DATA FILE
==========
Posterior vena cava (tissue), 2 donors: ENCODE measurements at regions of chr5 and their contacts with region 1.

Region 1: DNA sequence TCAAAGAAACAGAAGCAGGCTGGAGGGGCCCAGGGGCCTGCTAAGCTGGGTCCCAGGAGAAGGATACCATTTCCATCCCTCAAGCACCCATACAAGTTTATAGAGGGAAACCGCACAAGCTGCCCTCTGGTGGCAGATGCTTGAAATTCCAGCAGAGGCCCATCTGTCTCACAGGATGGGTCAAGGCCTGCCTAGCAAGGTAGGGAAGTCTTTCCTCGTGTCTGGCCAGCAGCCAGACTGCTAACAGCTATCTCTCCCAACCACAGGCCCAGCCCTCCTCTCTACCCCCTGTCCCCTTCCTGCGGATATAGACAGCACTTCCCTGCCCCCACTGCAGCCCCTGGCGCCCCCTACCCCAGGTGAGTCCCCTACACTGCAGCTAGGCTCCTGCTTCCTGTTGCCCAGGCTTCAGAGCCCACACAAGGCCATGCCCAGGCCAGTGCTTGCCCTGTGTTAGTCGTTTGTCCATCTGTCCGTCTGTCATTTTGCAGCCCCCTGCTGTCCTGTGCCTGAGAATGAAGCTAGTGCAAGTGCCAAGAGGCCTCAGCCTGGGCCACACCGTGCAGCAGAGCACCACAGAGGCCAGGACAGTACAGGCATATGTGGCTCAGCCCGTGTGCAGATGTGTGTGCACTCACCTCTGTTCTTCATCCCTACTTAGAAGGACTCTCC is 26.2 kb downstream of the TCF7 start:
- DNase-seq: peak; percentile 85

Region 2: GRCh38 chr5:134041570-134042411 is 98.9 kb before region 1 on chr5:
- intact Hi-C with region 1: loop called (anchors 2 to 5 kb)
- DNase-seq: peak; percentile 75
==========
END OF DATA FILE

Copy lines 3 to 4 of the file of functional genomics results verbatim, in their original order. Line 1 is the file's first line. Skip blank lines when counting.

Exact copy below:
- DNase-seq: peak; percentile 85

Region 2: GRCh38 chr5:134041570-134042411 is 98.9 kb before region 1 on chr5: